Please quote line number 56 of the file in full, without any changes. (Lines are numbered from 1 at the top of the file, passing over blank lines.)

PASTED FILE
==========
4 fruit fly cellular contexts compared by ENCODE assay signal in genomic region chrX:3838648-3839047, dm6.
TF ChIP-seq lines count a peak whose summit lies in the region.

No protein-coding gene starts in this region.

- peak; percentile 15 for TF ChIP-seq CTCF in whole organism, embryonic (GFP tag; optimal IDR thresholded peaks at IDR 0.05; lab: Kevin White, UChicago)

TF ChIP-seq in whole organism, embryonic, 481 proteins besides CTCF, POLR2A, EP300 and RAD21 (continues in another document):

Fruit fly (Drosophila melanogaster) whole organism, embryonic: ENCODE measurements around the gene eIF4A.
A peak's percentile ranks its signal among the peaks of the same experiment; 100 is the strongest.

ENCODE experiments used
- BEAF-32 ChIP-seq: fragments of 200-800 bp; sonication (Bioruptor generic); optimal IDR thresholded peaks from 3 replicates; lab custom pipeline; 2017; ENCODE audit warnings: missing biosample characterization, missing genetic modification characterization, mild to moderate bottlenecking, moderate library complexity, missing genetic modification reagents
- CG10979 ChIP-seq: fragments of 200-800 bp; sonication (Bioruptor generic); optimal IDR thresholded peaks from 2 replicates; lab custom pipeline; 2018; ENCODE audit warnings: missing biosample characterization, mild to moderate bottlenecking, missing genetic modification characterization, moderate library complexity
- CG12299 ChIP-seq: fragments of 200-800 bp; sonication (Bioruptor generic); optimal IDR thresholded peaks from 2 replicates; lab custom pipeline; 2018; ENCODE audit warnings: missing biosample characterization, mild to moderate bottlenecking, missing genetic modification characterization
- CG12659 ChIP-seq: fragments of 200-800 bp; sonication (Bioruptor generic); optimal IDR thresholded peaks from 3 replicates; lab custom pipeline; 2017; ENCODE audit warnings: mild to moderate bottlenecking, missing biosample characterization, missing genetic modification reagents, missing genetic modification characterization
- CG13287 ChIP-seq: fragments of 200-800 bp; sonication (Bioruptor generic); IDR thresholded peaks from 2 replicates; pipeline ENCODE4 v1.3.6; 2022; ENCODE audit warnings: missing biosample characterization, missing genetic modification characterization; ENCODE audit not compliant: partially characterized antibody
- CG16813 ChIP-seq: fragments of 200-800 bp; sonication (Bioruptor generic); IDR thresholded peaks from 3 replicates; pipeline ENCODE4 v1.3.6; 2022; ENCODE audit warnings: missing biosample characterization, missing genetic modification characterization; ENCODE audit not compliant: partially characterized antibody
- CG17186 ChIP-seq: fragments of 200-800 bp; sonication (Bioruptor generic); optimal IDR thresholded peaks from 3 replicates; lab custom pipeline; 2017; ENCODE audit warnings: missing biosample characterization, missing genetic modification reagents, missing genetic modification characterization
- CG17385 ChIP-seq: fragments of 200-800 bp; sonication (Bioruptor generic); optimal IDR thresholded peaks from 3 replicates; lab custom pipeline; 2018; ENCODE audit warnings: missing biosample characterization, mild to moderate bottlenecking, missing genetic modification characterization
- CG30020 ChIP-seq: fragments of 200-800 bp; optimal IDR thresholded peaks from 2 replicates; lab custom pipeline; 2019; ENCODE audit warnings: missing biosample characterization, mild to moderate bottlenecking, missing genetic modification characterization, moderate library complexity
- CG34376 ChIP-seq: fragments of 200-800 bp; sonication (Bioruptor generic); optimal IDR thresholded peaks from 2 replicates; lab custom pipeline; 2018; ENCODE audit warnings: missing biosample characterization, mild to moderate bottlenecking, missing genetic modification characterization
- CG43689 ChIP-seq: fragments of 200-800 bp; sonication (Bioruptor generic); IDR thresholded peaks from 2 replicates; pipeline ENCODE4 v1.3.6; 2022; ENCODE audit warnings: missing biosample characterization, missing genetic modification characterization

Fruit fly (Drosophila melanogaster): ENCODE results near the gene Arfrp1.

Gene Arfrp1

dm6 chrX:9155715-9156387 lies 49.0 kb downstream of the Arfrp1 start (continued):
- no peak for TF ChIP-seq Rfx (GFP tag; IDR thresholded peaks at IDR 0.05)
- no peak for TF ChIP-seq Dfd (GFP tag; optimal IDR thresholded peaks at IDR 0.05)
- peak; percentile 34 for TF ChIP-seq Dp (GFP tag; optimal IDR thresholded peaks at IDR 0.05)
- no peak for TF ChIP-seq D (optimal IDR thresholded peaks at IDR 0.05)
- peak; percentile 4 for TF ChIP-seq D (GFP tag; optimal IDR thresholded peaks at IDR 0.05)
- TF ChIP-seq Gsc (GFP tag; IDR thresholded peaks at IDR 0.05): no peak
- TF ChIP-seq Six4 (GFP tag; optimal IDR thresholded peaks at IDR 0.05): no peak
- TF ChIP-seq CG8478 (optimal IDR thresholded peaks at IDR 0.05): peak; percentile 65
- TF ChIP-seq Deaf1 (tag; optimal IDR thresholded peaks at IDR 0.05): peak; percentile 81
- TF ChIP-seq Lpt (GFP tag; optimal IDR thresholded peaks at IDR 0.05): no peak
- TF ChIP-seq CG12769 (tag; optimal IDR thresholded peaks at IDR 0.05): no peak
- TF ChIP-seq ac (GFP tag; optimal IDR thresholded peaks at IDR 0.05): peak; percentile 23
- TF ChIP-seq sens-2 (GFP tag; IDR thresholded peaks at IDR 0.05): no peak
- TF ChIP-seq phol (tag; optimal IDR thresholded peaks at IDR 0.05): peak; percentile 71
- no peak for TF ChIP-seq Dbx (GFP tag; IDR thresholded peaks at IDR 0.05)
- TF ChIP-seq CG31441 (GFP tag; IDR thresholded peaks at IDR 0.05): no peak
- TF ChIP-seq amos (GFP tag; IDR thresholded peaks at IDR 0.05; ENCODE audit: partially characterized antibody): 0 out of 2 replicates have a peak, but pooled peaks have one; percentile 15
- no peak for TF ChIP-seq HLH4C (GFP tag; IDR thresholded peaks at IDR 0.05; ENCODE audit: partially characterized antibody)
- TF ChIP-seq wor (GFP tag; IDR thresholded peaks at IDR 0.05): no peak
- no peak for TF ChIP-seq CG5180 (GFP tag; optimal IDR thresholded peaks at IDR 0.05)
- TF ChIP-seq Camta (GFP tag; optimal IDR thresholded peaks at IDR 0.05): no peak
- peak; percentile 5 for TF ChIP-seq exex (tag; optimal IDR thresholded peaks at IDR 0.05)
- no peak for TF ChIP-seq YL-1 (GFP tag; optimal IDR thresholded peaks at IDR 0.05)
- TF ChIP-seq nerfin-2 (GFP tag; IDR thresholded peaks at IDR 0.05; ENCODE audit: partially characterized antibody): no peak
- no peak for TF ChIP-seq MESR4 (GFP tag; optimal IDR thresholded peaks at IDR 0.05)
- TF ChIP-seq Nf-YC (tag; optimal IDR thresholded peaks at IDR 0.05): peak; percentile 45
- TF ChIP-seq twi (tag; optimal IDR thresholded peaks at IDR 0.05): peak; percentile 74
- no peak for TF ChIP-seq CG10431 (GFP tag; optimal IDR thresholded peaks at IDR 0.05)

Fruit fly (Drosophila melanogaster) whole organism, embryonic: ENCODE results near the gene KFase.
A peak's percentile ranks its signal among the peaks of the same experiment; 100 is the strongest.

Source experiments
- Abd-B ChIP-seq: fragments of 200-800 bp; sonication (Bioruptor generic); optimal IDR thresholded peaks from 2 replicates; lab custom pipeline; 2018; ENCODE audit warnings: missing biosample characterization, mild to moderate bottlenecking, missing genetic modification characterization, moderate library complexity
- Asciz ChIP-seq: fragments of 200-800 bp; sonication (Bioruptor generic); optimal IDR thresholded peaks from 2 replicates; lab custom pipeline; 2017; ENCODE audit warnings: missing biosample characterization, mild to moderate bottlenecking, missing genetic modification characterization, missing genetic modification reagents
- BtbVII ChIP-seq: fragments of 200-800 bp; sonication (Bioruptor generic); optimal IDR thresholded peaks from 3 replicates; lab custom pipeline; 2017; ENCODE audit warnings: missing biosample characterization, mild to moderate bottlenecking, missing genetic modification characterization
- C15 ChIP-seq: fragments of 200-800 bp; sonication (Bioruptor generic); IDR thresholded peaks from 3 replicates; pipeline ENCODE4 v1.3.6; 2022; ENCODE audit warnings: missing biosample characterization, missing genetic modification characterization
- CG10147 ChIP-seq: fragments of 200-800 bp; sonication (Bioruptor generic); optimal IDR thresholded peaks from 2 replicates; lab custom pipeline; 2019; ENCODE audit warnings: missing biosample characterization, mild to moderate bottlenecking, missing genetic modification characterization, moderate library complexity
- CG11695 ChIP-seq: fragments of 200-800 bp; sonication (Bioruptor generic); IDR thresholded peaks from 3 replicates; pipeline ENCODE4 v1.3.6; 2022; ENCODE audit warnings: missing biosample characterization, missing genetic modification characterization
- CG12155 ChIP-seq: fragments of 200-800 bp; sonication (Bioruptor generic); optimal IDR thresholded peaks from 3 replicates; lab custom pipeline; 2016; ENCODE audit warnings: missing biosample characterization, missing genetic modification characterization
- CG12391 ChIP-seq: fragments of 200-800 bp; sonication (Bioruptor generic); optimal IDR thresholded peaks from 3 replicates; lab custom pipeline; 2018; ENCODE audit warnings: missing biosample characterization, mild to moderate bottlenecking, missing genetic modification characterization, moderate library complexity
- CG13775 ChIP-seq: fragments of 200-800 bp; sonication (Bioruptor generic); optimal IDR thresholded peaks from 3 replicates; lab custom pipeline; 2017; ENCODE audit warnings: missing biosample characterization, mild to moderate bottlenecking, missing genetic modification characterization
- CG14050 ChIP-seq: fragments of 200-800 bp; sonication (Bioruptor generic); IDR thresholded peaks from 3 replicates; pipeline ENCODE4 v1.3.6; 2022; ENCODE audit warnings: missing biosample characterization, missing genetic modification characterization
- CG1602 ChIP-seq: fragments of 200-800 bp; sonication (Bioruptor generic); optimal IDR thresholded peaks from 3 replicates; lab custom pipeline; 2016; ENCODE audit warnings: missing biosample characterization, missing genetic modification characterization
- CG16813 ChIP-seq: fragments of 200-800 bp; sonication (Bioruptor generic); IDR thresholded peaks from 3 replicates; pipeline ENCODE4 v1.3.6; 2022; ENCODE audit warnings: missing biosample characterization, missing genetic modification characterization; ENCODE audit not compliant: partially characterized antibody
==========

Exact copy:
- BtbVII ChIP-seq: fragments of 200-800 bp; sonication (Bioruptor generic); optimal IDR thresholded peaks from 3 replicates; lab custom pipeline; 2017; ENCODE audit warnings: missing biosample characterization, mild to moderate bottlenecking, missing genetic modification characterization